Let's be honest here. There are many times that the volume level in my house rivals a jet engine at takeoff. Often, my day consists of triage-ing the needs of my four children and deciding which screaming child, which bickering pair of kids, which gigantic mess needs my attention first. There are very few things that I avoid so strenuously as I do as a trip to the grocery store (or heaven forbid, Wal-Mart!) with my herd of children. At least once a day week I hide myself behind a locked bathroom door just to get a minute to compose my thoughts.

After finally getting pregnant with Max, I swore up and down that we were done, all the time knowing that we were supposed to have at least one more. Then Ian snuck in, completely unexpectedly, and when he was born, we finally felt whole, complete.

For a little while.

There's a long story behind the removal of my birth-control-of-choice, but all you really need to know (trust me) is that in the months since my fail-safe, don't-even-have-to-think-about-it birth control method has been gone, I've been filled with the unmistakable knowledge that our family isn't complete. I've tried to deny it. I've looked around at our chaos and wondered what I could possibly be thinking. I finally got up the courage to mention it to my husband, expecting that he would tell me that I was crazy insane.

Except then he didn't.

(This is hard for me to even write about, because I fully expect that virtually everyone who reads this will think me totally insane. I think I'm totally insane, if that makes you feel any better. One of the reasons I've been so absent from this blog for so long is because I haven't had the courage to sit down and write about it for fear of ridicule and people telling me that I've completely gone off the deep end. Trust me, it's not anything I don't know.)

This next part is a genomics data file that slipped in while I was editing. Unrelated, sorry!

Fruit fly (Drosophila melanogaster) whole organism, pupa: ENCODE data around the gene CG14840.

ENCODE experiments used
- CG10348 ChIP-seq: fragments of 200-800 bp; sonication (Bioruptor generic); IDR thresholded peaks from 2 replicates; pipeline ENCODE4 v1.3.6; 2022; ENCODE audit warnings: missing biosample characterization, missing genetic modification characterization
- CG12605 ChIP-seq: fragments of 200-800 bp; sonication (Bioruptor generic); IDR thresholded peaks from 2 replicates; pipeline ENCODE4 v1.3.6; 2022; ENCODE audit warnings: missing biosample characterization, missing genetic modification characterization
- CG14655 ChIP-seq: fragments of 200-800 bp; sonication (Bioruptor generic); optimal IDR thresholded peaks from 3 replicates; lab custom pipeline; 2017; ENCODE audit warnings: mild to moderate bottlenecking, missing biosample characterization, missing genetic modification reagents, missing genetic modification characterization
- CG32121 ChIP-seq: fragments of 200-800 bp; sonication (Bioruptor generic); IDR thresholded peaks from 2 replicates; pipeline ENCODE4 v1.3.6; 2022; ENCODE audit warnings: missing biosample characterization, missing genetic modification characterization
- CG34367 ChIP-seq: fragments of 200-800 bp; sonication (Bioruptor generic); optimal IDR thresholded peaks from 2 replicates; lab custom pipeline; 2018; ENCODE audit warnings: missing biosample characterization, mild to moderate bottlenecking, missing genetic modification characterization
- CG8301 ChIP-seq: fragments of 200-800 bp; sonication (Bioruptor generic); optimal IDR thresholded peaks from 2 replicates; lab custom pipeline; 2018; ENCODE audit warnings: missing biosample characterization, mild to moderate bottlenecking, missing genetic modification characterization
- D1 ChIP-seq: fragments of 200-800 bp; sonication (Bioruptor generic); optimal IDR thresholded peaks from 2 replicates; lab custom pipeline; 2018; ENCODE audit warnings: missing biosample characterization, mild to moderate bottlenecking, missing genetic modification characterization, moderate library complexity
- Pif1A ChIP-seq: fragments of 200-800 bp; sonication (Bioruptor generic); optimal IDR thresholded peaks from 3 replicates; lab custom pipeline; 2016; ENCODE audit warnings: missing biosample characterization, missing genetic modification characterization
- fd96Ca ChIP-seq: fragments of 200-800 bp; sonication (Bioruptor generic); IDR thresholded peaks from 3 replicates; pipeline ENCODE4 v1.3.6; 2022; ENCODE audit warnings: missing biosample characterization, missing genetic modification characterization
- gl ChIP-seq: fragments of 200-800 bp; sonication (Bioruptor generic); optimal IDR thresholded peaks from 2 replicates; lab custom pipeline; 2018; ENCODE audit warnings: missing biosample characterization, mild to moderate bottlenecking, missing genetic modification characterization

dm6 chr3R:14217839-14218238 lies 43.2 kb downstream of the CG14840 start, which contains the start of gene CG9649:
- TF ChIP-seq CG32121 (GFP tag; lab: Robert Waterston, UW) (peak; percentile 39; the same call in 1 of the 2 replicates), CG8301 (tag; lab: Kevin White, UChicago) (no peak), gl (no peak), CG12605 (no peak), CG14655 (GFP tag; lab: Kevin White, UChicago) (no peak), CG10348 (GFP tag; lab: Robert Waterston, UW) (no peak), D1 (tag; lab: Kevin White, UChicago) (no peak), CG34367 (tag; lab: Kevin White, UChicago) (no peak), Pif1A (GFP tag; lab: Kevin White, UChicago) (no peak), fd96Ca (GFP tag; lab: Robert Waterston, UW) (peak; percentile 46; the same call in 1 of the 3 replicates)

We know there's a girl that needs to join our family, and we feel her absence from our family keenly. There have been many times in the past few months that I've been making dinner while Abby practices upstairs, Ashlynn practices downstairs and the two little boys are playing literally at my feet, and I look around, panicking because I don't know where the baby is. It always takes me a minute to realize that there's no baby. When we're out and about and I do the kid head count, I frequently have to remind myself that I have only four kids, not five, and don't need to go running around like a crazy lady because I've lost a kid that doesn't exist. (Further proof that I've lost it: when I typed that last sentence, I typed "only five kids." See, told ya.) My husband has had similar experiences.

But it gets better. Tom and I equally as convinced that this baby is not coming from us. This has been hard for me. While I don't love being pregnant, I love little babies, and would gladly cuddle a newborn daily for the rest of forever.  But we've known since shortly after we were married that someday we would do foster care and/or adopt a child, and we can't deny any more that this is the right time to pursue it.

There are many reasons why  we shouldn't do this, chief among them being that I already have an entire herd of children, two of which I'm homeschooling, and a whopping 22 violin students. I've been immersing myself in foster care and adoption blogs, and I've learned that above all, foster care can be incredibly unpredictable, which scares the daylights out of my control freak self.  I'm worried about how it may change the dynamics of my family, and how it may affect my girls if we have a disrupted placement. I'm worried about the chaos that may result from suddenly adding a new member to the family, and how we'll manage everything that comes with a foster placement.

But for as many reasons as there are not to do it, there are reasons why we should. While I joke about how crazy our house is, there is a lot of fun here. Good food, lots of music, many laughs, much love. I am not afraid of special medical needs, and I know that we have many blessings to share.

We're meeting with someone from Utah Foster Care Thursday night. We have a million questions. We're nervous, we're probably a little naive, we're more than a little green behind the ears. Yes, we may be a little crazy. But above all, we're excited to follow this path and see where we end up.

Any tips? Anyone have experiences doing foster care? We'd love to hear from you.